She had to cut in to go through the whole thing, step by step. "You were angry that you'd been passed over. You borrowed a prop sniper rifle and decided to rehearse the part in an empty space. The problem is, you were seen, Chad." He still didn't look like he was following. "It's a problem when someone is seen with what looks like a weapon," she said patiently. "It diverts police attention away from actual problems."
Sherlock, meanwhile, looked disappointed. "Tell me, were you able to keep your prop beard out of the rifle's mechanism?"
Billings's cheeks stained with a telltale flush, but he tried to maintain his dignity. "How do you know I was wearing the -"
"The smell of spirit gum was lingering," Sherlock said. "Rather pungent it was too, even over the acrid smell of your sweat. But you weren't wearing the full costume, were you? Couldn't sneak that out along with the rifle and beard. So you went to a building you knew would be empty - not even you could have missed the signs - and just stood there and took aim and plotted how to bump off Jeffrey Lawrence."
"No, sorry, 'plotted' is too strong a term. 'Daydreamed, wished upon a star, hoped your fairy godmother would see you through,' is any of those better?" Sherlock was capable of pettiness when an exciting crime revealed itself to be nothing very interesting after all.
"What's gonna happen now?" Billings pleaded.
There was no point letting Sherlock play the only heavy. "What's going to happen is that Jeffrey Lawrence is going to live a nice life and be on stage every night he's supposed to. You will not sabotage him or the show in any way. Props will no longer be borrowed. And you'll audition for the next show and take your chances." He still looked gobsmacked, so she took a little pity on him. "We won't write you up, but we will remember your name."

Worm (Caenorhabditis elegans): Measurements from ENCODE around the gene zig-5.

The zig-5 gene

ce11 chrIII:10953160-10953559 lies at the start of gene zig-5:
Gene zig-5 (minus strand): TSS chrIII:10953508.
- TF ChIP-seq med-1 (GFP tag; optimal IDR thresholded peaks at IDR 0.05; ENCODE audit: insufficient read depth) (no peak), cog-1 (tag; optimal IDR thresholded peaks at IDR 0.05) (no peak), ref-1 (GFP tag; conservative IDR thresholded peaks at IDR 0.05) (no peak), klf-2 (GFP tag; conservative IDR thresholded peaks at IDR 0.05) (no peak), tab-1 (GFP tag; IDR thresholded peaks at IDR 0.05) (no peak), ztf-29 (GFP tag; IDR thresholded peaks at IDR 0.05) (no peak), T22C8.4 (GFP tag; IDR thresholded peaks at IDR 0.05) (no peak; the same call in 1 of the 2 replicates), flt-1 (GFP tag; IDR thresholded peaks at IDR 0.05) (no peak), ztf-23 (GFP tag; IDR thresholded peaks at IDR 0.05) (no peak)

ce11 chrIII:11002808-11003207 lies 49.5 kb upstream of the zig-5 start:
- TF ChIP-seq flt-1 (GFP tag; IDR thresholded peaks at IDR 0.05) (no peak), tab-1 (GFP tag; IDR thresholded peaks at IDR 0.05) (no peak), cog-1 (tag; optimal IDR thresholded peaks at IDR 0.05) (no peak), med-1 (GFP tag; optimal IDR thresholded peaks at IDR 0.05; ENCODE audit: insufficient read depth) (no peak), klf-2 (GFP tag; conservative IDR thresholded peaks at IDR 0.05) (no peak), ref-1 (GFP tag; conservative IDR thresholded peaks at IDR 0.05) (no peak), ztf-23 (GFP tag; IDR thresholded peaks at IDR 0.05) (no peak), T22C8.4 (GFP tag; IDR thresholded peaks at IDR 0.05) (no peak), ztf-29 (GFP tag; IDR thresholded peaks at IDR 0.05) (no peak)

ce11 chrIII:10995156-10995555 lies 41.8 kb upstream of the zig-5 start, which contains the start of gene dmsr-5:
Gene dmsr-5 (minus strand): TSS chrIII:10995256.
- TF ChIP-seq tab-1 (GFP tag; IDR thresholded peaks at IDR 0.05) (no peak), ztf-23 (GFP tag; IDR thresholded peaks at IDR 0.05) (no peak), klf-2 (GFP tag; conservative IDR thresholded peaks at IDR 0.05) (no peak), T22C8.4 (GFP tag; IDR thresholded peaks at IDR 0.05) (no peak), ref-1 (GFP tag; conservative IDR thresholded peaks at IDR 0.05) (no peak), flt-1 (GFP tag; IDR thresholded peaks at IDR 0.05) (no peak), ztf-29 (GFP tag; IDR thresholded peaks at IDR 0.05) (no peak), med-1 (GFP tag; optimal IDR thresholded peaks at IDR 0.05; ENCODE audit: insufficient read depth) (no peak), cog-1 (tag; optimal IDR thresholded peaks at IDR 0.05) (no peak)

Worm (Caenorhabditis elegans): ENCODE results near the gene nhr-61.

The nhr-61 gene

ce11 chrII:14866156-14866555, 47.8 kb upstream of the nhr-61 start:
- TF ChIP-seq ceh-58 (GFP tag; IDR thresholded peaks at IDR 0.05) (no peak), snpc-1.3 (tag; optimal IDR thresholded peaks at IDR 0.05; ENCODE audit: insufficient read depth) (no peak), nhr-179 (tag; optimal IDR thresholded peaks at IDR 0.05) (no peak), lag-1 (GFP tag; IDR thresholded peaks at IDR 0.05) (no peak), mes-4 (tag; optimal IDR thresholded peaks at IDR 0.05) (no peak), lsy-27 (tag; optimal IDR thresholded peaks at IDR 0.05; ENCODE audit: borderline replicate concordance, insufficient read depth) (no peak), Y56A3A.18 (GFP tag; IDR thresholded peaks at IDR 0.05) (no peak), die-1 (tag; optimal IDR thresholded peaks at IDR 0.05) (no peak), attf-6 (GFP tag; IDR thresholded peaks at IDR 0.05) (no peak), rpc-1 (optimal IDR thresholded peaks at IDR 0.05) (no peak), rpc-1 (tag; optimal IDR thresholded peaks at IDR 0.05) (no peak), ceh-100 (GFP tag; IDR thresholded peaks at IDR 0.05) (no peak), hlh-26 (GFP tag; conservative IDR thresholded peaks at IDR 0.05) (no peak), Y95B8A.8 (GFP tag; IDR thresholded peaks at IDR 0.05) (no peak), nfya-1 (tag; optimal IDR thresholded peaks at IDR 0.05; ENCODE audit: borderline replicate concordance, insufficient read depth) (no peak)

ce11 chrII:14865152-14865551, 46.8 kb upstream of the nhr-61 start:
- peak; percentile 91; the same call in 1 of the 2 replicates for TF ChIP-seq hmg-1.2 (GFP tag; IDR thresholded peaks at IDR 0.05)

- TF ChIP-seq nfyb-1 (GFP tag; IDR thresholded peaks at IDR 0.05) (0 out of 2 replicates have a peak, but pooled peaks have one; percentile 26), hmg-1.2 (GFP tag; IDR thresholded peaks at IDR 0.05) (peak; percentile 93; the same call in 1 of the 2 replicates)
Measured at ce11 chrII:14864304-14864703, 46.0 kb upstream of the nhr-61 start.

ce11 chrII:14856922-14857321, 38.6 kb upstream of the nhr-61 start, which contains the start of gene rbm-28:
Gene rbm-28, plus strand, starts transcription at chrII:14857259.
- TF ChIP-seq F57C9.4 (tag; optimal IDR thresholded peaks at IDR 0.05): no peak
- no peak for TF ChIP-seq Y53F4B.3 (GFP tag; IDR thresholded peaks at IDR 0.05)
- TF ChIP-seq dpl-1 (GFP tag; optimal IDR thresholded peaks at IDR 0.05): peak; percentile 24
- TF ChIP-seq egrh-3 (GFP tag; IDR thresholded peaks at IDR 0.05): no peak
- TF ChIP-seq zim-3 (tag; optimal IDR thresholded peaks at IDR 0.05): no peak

"That was -" Sherlock started, when they were going down the steps of Chad Billings's building.
"Not a waste," Joan finished. "We're going to be able to give Alexis some peace of mind, and considering you figured out who she saw in a hazy three-second glance from a hundred feet away, that's really impressive."
He didn't pause to acknowledge the compliment; she wondered sometimes if he'd trained himself out of hearing anything nice directed his way. "Billings might not have committed a crime, but if he could have put that pitiful instrument he calls his brain to work and hatched a plan, he would have. Of that I have no doubt, Watson."
"Maybe," she allowed, "but he didn't do it. Wishes don't count. And our personal feelings about him don't enter into it."
"Very sage," Sherlock said, but with far less bite than she'd expected. His thoughts were already racing on a new course. "Shall we stop at the station to see if Captain Gregson has any new matters worthy of our efforts?"
"No," she said, her eye caught by a shop advertising homemade gelato. Something cold and soft would surely do Alexis some good; she couldn't be eating much solid food with her jaw so tender.
Sherlock stopped before she could make her way across the street, shaking his head. "Ms. Hudson is extraordinarily disciplined, and would most likely not touch any full-fat dessert. You would do better to offer her one of your smoothies," Sherlock said. His deduction, basic as it was, erased some of the unhappy lines on his face that had deepened in Billings's apartment. Joan nodded, pleased at the thoughtfulness and happy to be useful. "I'll have one too," he finished, then started down the stairs to the subway.
As always, I'd love to hear what you think.
This same entry also appears on Dreamwidth, at http://innie-darling.dreamwidth.org/433214.html.